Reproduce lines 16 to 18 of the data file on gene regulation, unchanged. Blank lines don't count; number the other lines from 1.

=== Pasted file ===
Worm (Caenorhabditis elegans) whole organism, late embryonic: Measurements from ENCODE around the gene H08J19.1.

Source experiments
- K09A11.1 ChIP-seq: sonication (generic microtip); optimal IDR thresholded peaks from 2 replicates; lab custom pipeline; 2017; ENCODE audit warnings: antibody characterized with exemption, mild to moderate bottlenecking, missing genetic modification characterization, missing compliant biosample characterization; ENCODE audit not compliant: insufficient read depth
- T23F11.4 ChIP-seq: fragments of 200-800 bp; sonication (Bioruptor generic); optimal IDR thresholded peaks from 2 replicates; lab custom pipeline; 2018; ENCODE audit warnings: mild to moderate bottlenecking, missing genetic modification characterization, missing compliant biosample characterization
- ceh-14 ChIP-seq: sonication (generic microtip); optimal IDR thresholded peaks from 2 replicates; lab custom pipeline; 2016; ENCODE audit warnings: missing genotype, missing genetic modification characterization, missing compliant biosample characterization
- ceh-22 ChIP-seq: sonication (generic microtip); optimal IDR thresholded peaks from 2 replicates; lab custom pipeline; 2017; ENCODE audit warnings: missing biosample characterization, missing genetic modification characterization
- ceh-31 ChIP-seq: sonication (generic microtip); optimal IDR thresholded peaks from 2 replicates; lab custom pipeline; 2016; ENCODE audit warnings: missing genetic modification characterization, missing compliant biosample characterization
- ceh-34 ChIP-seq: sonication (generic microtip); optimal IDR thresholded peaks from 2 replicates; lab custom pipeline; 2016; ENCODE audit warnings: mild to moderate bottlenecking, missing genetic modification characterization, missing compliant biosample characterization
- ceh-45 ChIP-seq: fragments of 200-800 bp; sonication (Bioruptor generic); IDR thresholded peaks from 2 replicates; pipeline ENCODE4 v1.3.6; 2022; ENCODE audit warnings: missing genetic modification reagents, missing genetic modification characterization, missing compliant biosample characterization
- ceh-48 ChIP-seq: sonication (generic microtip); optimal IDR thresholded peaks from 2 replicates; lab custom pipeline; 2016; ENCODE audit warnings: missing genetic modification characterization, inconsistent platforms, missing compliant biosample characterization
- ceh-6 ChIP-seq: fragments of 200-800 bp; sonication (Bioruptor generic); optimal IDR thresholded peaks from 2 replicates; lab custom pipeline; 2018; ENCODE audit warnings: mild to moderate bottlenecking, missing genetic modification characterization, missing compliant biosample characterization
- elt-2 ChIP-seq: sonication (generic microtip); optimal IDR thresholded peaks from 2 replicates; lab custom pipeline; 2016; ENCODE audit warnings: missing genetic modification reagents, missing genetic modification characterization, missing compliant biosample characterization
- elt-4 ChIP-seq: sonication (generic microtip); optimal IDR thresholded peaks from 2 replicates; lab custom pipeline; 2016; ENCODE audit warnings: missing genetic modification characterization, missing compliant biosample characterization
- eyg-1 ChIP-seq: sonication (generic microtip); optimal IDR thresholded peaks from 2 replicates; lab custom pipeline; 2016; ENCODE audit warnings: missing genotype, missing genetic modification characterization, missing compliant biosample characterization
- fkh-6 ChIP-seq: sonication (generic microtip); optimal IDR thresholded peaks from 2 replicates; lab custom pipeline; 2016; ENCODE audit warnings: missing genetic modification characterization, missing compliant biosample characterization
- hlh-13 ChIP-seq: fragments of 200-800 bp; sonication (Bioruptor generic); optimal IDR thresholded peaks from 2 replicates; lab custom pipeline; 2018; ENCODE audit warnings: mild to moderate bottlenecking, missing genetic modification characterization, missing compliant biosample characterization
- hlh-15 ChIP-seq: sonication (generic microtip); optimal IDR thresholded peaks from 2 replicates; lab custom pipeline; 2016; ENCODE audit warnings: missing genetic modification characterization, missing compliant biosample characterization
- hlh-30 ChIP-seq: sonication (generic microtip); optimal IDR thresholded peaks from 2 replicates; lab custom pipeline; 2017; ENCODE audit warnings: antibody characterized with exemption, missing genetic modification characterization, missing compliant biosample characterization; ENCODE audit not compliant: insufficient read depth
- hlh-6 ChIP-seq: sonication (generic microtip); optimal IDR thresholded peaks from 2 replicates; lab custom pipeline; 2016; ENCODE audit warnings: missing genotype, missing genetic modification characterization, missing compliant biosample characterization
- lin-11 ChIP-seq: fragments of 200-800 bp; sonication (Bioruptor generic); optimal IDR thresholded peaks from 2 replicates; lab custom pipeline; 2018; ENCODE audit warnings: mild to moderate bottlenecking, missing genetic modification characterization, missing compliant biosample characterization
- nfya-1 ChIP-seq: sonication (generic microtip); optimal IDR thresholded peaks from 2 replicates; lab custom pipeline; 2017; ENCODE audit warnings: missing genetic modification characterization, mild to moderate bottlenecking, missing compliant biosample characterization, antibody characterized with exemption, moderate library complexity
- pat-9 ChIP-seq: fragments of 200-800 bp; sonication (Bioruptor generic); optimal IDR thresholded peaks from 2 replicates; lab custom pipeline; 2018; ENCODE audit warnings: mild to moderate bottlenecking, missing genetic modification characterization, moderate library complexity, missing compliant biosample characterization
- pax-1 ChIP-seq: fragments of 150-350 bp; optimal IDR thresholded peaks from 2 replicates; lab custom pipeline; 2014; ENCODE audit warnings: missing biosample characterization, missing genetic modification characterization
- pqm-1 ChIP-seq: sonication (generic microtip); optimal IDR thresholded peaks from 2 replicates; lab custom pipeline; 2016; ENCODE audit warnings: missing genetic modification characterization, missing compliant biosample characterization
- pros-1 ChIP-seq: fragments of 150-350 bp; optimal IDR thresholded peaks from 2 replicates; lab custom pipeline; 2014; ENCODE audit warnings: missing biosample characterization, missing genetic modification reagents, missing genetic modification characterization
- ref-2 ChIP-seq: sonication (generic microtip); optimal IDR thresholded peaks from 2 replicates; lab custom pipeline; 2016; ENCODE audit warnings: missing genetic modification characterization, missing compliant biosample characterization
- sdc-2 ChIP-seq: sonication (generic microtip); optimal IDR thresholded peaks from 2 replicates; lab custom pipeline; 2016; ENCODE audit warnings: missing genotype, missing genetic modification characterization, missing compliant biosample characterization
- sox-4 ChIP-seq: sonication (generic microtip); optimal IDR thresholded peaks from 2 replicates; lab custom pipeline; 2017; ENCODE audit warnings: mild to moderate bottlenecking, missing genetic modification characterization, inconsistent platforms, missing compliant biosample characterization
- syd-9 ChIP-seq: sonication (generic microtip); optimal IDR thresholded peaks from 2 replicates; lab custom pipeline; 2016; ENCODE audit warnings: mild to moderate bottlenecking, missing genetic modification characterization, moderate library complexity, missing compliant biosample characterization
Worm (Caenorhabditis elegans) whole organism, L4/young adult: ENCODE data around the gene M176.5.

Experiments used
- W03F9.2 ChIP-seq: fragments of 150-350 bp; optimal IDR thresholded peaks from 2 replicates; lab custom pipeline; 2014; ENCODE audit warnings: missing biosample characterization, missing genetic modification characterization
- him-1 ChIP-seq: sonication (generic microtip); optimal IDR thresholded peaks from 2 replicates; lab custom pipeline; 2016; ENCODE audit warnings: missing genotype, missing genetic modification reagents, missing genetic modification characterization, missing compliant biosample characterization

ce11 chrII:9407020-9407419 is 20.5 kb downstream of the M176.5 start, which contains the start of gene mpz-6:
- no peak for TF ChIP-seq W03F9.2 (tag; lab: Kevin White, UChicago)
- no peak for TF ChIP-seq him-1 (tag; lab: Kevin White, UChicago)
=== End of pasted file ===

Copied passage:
- hlh-13 ChIP-seq: fragments of 200-800 bp; sonication (Bioruptor generic); optimal IDR thresholded peaks from 2 replicates; lab custom pipeline; 2018; ENCODE audit warnings: mild to moderate bottlenecking, missing genetic modification characterization, missing compliant biosample characterization
- hlh-15 ChIP-seq: sonication (generic microtip); optimal IDR thresholded peaks from 2 replicates; lab custom pipeline; 2016; ENCODE audit warnings: missing genetic modification characterization, missing compliant biosample characterization
- hlh-30 ChIP-seq: sonication (generic microtip); optimal IDR thresholded peaks from 2 replicates; lab custom pipeline; 2017; ENCODE audit warnings: antibody characterized with exemption, missing genetic modification characterization, missing compliant biosample characterization; ENCODE audit not compliant: insufficient read depth